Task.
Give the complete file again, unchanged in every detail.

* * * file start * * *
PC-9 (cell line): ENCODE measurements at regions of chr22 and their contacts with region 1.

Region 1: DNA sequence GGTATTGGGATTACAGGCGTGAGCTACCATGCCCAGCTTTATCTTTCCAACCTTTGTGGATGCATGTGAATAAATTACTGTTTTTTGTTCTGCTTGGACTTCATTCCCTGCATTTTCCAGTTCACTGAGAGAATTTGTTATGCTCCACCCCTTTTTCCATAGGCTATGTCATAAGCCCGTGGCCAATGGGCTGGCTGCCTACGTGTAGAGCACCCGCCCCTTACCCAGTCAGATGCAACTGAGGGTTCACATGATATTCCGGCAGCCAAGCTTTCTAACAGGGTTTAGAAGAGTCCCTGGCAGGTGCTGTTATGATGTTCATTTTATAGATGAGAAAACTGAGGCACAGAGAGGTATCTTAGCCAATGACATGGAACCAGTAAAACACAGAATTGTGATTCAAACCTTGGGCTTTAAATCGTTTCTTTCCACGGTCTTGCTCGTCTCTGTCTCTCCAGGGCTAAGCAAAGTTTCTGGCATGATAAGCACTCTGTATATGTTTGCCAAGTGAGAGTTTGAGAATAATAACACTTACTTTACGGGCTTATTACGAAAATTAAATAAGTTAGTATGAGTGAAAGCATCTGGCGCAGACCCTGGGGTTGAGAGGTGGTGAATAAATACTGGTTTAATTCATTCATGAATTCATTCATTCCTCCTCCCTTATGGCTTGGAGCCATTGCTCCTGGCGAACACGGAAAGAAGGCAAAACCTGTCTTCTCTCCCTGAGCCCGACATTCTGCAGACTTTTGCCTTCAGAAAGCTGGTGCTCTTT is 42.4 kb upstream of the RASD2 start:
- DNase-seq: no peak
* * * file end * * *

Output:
PC-9 (cell line): ENCODE measurements at regions of chr22 and their contacts with region 1.

Region 1: DNA sequence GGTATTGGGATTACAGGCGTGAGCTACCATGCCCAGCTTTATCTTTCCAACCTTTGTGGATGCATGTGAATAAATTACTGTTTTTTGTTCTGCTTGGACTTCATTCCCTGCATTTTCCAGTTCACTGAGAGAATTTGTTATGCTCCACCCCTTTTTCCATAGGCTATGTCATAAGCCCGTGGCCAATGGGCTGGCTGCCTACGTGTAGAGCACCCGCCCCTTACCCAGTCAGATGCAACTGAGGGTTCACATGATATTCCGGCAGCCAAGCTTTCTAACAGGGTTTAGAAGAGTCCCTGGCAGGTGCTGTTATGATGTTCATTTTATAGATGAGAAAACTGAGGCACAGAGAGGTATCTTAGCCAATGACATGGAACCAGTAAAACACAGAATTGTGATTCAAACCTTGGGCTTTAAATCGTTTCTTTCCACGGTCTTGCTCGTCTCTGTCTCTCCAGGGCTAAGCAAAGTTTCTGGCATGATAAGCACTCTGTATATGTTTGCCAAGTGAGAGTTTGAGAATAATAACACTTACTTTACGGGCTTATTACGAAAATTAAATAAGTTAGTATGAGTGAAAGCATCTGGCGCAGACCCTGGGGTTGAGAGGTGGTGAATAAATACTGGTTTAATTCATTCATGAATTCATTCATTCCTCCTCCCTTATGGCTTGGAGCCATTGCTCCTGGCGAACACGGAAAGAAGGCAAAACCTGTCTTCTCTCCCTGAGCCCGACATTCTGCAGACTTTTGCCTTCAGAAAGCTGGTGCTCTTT is 42.4 kb upstream of the RASD2 start:
- DNase-seq: no peak